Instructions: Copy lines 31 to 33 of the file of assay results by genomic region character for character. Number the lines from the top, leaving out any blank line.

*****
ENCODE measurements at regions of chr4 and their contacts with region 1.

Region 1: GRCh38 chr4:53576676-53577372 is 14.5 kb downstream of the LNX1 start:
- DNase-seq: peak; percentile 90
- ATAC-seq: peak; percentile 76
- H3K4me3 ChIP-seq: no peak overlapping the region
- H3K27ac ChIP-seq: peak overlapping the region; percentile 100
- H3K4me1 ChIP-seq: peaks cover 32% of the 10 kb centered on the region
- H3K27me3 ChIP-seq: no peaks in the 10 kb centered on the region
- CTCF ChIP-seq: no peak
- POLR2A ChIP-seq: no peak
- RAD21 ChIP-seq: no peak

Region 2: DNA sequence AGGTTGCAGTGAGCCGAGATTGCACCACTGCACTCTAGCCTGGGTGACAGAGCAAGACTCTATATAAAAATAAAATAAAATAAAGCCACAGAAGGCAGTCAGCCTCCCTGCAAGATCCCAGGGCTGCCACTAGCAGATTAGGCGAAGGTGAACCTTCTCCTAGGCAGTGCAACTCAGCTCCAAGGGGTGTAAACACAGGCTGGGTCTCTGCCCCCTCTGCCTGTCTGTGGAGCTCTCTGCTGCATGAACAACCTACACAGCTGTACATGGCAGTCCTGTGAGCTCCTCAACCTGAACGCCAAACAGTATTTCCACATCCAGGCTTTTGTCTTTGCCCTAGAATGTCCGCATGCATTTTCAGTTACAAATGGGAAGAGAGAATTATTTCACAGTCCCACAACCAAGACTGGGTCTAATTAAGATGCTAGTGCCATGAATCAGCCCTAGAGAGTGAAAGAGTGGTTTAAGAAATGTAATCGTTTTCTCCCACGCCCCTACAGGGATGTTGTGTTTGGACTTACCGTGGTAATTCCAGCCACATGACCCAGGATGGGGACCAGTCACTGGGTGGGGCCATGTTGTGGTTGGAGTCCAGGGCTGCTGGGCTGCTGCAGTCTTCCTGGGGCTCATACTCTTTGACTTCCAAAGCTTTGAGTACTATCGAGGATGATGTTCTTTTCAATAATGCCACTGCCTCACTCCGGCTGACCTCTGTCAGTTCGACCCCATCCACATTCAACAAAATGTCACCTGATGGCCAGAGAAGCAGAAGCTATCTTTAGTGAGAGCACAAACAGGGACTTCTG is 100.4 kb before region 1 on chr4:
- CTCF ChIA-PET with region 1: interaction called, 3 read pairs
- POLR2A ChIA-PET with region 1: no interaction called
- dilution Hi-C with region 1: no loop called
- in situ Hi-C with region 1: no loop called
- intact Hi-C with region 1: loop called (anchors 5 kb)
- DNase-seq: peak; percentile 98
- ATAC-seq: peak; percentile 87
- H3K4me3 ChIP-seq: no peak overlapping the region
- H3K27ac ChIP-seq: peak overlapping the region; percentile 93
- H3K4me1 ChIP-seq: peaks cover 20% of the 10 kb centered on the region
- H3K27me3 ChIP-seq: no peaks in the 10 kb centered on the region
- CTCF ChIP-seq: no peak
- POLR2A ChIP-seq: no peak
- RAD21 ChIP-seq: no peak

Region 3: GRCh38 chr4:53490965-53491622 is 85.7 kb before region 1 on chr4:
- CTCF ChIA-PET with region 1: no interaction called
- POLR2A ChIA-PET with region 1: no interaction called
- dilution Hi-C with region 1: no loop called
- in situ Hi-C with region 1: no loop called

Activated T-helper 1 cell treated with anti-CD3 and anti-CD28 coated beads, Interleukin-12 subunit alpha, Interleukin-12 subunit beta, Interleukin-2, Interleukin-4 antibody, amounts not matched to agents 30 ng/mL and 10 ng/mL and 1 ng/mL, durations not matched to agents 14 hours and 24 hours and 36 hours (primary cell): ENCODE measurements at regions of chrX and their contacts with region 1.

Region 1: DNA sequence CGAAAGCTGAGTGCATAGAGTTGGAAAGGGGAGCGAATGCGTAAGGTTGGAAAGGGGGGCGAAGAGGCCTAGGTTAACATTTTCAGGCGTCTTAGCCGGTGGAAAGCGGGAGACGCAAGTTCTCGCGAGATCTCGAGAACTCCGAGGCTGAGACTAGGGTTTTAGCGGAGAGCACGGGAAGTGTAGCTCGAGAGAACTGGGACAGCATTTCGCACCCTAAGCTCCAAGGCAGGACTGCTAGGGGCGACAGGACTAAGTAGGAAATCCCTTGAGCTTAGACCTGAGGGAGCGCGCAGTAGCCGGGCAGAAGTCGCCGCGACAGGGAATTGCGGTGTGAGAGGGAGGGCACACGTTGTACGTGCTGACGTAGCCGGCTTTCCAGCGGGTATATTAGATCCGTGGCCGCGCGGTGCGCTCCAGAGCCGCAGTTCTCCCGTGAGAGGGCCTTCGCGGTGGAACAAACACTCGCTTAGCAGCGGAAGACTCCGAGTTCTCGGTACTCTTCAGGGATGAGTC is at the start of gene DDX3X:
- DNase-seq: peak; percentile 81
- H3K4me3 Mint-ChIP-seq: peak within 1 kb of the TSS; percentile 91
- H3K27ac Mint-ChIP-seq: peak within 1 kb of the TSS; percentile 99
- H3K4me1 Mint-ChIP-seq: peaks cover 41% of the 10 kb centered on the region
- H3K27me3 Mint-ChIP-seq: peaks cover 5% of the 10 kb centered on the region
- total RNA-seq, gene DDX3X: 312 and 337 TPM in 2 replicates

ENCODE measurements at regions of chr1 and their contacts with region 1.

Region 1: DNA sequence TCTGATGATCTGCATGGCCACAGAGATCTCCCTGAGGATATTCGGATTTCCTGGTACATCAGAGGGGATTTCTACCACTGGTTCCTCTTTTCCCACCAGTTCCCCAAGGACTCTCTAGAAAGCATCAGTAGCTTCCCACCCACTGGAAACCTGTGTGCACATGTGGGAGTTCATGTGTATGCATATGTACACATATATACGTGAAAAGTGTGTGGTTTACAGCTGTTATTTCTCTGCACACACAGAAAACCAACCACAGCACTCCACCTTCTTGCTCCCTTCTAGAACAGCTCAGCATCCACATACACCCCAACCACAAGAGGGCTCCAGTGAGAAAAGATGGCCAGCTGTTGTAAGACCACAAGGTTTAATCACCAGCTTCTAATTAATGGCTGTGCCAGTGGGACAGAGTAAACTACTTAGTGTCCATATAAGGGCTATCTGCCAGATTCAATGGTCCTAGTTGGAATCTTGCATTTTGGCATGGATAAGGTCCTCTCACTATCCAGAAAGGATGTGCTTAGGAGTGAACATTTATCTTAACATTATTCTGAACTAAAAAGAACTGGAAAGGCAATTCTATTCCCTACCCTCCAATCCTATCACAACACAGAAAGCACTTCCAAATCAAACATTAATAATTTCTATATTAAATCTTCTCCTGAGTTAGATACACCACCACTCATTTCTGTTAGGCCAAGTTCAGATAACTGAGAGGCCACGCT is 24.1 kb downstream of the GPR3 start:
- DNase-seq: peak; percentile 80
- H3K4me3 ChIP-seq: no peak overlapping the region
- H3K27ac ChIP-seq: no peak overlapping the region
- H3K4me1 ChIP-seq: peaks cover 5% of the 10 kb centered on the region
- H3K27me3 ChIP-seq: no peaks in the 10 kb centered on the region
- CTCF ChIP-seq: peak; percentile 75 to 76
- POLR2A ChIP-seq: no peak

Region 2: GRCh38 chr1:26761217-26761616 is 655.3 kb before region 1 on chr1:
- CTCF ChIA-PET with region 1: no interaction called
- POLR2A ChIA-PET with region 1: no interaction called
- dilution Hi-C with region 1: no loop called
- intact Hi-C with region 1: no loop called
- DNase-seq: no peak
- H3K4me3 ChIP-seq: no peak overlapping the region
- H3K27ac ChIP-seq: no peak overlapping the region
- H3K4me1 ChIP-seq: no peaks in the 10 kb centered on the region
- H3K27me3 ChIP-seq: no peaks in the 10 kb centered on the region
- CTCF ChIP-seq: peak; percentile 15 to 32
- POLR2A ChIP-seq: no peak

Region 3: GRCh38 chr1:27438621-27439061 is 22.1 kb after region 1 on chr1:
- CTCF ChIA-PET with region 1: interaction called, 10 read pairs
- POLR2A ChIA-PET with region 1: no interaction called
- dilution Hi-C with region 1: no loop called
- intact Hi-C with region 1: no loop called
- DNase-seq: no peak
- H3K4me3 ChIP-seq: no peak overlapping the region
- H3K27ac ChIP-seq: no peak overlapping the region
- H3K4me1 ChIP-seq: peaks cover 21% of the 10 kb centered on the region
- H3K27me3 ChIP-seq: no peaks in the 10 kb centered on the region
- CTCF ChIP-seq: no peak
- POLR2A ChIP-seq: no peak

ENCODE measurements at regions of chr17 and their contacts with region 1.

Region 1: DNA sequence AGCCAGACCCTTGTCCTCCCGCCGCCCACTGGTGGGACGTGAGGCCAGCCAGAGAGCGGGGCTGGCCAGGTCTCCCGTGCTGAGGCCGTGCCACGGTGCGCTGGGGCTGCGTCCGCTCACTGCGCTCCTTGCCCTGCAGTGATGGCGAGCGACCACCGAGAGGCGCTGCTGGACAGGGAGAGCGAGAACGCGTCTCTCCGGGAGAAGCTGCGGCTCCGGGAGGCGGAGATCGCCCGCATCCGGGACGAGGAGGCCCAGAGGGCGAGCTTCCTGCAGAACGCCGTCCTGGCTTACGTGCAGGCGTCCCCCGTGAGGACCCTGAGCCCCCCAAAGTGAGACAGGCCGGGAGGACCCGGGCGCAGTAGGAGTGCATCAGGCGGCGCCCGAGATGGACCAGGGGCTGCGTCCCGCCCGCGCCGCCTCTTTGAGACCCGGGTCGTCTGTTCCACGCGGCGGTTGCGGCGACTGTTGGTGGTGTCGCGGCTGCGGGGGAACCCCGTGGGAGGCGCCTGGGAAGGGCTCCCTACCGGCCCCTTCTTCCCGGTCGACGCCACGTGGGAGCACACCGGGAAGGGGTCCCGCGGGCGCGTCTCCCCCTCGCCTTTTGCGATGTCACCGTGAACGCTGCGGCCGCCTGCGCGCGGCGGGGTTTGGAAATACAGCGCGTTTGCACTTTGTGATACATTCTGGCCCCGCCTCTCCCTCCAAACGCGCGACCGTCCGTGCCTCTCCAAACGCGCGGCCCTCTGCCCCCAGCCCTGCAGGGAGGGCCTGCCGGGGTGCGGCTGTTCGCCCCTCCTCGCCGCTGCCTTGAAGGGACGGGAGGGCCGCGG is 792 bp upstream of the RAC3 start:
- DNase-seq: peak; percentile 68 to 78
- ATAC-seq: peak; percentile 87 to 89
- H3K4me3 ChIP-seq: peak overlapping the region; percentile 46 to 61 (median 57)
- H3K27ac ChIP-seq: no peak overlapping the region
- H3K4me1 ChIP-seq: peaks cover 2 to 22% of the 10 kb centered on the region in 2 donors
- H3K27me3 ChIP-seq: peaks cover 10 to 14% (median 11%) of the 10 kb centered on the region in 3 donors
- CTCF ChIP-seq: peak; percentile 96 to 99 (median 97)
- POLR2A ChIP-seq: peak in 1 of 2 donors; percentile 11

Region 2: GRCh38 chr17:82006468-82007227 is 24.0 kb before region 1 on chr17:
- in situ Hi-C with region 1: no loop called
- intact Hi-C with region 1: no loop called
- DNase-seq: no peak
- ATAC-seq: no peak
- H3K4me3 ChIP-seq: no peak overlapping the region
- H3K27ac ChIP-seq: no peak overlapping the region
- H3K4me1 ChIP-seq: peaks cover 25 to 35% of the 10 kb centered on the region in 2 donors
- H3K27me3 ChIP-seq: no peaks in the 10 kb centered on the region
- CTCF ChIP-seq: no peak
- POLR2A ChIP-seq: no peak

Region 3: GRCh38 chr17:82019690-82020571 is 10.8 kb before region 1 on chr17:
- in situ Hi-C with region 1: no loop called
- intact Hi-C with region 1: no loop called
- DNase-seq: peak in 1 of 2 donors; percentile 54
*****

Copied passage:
- in situ Hi-C with region 1: no loop called

Activated T-helper 1 cell treated with anti-CD3 and anti-CD28 coated beads, Interleukin-12 subunit alpha, Interleukin-12 subunit beta, Interleukin-2, Interleukin-4 antibody, amounts not matched to agents 30 ng/mL and 10 ng/mL and 1 ng/mL, durations not matched to agents 14 hours and 24 hours and 36 hours (primary cell): ENCODE measurements at regions of chrX and their contacts with region 1.

Region 1: DNA sequence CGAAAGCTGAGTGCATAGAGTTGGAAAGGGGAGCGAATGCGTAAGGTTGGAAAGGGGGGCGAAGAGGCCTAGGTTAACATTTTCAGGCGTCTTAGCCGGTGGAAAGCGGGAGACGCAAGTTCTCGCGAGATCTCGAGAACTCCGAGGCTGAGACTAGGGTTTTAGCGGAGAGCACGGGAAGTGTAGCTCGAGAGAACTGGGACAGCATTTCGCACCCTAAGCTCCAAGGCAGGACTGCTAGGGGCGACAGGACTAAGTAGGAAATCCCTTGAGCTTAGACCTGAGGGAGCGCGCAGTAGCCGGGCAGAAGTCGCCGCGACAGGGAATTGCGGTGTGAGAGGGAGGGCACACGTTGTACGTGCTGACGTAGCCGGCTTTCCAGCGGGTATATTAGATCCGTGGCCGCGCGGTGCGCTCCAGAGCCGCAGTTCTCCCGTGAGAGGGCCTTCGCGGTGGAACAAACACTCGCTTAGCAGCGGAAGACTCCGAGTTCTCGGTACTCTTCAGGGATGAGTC is at the start of gene DDX3X: